Early Life. Hai Rui was a native of the capital of Hainan Island. His grandfather was a magistrate in Fujian. When he was three years old, Hai Rui lost his father. His mother trained him to read the classics and took care of his education. At school, where he remained for some twenty years, he was famous for his good conduct and earned the admiration of his fellow students. About 1546, his mother asked him to divorce his first wife, who then sued him for the return of her dowry. To evade a court trial and publicity, he borrowed money to pay her.
Official. In 1549 he earned a juren degree after passing the examination. A year later, when traveling to Beijing to take the higher examination, he submitted a memorial to the Ming court on the pacification in the central highlands of Hainan. In 1553, after failing the metropolitan examination for the second time, Hai was appointed as instructor of the district school of Nanping, Fujian. After arriving there in 1554, he encouraged his students to study Confucianism, stressing self-cultivation for the achievement of firm integrity and strict observation of regulations. He also preached public-mindedness and thrift as the basics of incorruptibility. He finally had a chance to prove that he practiced what he preached when he was appointed to be magistrate of a city in Zhejiang in 1558. On coming to office he declared to his subordinates, clerks, students, and elders that he would firmly observe the law and promote the general welfare.
Prison. By reexamination of the land, Hai made a more fair distribution of the tax burden based on landholding, known as the Single Whip system. He attacked corrupt practices, constructed the city wall, opposed unlawful demands by superiors, and brought his clerks under control. He himself lived a plain life, even planting his own garden vegetables. The people worshiped Hai, but some of his supervisors hated him. In 1562, soon after Hai published a collection of public papers, he was appointed as magistrate to a city in Jiangxi, where he served for a couple of years. Called to Beijing, he was appointed as a secretary in the Ministry of Revenue. He found fault with the emperor for his search for longevity, for his ridiculous involvement in Daoist ceremonies in the court, and for his eccentric ways of building houses on the palace grounds. Angered by this criticism, in 1566 the emperor sent Hai to prison. Interrogated about his motives, Hai almost died of the tortures used to extract a confession. He was compelled to divulge the names of possible conspirators.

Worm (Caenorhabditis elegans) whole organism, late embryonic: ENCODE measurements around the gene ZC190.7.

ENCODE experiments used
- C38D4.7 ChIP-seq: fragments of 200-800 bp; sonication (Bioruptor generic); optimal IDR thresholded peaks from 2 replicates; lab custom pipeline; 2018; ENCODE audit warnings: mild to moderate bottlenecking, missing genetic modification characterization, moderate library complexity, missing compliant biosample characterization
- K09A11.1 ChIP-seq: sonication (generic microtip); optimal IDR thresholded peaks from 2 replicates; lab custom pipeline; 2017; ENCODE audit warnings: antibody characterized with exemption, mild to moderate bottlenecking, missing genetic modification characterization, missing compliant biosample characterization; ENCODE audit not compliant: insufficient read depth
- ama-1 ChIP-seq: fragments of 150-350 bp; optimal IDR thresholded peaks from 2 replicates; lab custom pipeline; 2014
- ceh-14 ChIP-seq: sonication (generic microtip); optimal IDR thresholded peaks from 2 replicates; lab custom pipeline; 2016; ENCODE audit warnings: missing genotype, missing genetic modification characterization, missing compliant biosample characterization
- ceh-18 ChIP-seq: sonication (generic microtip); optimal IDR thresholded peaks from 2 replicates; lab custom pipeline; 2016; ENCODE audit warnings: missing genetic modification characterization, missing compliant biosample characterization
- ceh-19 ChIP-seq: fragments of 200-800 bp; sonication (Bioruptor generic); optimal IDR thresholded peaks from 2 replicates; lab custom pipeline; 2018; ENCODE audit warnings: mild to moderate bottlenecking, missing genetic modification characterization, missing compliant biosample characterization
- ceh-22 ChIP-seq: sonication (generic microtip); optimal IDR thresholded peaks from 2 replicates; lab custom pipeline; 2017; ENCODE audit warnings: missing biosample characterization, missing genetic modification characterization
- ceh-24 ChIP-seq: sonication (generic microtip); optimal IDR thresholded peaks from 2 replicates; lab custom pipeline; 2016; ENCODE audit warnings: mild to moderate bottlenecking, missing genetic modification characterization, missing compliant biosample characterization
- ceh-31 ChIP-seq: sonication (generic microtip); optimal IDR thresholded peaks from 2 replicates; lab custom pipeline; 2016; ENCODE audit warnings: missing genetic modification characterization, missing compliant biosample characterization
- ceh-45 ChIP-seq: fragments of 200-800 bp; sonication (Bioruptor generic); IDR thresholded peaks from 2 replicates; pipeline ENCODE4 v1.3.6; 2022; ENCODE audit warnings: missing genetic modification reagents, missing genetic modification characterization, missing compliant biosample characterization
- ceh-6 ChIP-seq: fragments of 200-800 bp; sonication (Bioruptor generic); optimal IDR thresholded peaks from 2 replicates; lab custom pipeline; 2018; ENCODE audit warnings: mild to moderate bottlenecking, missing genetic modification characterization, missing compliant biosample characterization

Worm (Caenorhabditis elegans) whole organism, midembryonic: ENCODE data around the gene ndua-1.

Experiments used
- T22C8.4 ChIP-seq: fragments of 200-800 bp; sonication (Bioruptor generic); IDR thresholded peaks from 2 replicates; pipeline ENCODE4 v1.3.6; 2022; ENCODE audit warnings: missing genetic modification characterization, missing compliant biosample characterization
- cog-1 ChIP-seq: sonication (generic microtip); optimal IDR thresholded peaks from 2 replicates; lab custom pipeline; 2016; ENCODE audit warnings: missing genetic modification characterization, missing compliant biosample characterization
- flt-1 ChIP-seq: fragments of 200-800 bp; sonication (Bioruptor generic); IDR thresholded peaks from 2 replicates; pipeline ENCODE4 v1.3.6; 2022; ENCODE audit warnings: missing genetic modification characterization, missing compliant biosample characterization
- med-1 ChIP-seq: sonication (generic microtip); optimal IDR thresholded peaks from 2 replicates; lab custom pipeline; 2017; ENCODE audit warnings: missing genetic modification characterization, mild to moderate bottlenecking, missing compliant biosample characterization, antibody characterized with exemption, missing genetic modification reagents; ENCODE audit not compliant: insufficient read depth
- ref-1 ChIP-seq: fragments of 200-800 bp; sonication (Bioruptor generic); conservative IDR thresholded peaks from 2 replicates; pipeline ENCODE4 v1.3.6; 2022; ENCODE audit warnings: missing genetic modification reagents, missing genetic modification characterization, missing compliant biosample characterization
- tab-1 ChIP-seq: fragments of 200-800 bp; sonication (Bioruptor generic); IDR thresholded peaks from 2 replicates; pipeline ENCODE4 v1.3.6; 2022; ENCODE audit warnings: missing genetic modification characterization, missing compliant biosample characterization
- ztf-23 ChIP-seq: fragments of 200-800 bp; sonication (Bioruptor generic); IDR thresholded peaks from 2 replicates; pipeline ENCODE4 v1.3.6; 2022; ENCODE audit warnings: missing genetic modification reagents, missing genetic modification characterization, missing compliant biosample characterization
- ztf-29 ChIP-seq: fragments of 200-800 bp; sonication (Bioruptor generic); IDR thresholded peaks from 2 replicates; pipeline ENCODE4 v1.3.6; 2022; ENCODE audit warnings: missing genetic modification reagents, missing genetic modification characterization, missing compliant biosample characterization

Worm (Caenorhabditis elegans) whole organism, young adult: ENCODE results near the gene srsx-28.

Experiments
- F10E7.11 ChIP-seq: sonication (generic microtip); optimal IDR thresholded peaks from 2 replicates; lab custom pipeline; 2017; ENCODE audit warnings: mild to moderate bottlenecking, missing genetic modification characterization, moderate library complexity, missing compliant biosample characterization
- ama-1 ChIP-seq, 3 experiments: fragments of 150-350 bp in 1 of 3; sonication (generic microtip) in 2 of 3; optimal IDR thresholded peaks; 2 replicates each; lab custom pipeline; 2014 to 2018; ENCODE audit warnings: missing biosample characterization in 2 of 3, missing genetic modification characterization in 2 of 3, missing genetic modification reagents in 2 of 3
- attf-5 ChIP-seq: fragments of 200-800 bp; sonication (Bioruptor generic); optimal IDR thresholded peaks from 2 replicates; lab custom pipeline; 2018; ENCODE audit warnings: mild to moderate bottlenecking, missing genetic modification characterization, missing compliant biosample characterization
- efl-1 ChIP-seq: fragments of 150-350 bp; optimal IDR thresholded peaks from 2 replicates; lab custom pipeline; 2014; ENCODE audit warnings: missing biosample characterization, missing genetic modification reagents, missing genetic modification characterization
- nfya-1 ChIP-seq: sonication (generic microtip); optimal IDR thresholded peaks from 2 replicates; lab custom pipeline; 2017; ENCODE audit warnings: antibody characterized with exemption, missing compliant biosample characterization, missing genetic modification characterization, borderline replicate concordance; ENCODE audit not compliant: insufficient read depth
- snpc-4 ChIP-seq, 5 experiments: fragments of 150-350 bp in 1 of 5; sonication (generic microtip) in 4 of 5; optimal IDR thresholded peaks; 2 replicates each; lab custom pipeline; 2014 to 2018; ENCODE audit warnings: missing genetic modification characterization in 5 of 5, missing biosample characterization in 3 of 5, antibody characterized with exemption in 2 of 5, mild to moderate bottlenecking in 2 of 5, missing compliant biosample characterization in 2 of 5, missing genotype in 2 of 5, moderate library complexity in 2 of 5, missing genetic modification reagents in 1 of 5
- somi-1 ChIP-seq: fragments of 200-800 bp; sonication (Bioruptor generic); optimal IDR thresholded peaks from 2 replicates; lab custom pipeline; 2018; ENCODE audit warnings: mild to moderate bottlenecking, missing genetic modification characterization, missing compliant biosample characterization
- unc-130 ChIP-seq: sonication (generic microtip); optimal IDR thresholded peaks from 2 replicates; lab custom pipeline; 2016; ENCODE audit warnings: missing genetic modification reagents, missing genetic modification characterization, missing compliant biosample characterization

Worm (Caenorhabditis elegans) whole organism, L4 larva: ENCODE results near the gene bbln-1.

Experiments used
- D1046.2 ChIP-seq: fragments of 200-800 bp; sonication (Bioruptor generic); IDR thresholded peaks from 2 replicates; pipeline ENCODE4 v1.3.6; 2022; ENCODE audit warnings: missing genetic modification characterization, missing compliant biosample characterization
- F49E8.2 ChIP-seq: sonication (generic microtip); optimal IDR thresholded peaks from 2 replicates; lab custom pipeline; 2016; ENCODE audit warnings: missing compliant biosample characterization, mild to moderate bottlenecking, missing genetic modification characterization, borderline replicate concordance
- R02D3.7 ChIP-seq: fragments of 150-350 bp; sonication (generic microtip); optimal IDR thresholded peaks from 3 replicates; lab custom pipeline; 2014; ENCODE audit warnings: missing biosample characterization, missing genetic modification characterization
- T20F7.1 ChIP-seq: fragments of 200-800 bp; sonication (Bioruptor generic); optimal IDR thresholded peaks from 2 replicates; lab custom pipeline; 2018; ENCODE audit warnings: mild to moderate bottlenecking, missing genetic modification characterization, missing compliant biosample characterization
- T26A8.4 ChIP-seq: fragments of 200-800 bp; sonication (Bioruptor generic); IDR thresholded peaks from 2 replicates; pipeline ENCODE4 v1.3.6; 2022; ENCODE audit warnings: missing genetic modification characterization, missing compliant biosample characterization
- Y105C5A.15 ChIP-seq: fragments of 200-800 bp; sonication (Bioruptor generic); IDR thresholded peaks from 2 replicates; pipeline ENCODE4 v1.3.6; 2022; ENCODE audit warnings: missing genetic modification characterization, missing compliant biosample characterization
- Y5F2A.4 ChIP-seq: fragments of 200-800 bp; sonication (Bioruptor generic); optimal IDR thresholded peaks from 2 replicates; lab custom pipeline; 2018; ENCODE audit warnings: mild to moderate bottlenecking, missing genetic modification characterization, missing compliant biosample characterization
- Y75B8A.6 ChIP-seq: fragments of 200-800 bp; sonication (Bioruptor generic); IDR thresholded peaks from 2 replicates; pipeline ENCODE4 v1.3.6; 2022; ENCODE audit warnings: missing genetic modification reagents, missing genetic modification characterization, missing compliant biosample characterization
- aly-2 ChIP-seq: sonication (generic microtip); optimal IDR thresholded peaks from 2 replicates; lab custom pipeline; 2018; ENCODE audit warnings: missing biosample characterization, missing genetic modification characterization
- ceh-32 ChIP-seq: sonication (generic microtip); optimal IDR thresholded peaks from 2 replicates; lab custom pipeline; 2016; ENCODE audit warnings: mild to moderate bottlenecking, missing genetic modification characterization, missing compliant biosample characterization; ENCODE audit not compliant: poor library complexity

Restoration. Early in 1567, a few days after the emperor died, Hai was set free from prison and restored to his former rank. Later, he was promoted to transmission com-missioner of Nanjing. In 1569 he accepted the appointment of governor with headquarters at Suzhou, and at the same time as chief inspector of grain and storage. Once more, when he came to office, he declared that he would eliminate all corrupt practices.
Retirement. When Hai compelled some big landowners to return some land to their original owners, these powerful landlords plotted his removal. In 1570 a censor accused Hai of protecting the evildoers and hurting the landlords. He was forced to retire. During the fifteen years of retirement, Hai built up a large library but lived plainly in a humble house on his small plot of land.
Man of the People. In 1585 Hai was appointed assistant head of the Ministry of Censorate in Nanjing. Almost immediately after his arrival at Nanjing, he was promoted to vice minister of the Ministry of Personnel and for about a month as acting minister. Again he affronted the administrators by preventing any official from charging the local people for expenses not specified by law. His policy obviously delighted the people and increased his popularity. In 1586 Hai was appointed as censor-in-chief in Nanjing. Once more his insistence on the letter of the law incited some officials to plot for his removal. He died in office a year later. When his body was carried from Nanjing to the river, hundreds of thousands of people participated in the funeral procession.
Evaluation. Throughout the Ming Empire, Hai’s bravery in speaking the truth produced admiration and sympathy. The Ming government, recognizing Hai’s strength of character, gave him the posthumous name, “Loyal and Incorruptible.” Admirers bought prints of his portrait to worship at home, and shrines were built at the places where he had held office. Hai was also honored in legend and folk literature in the following centuries.
F. W. Mote, Imperial China, 900-1800 (Cambridge, Mass.: Harvard University Press, 1999).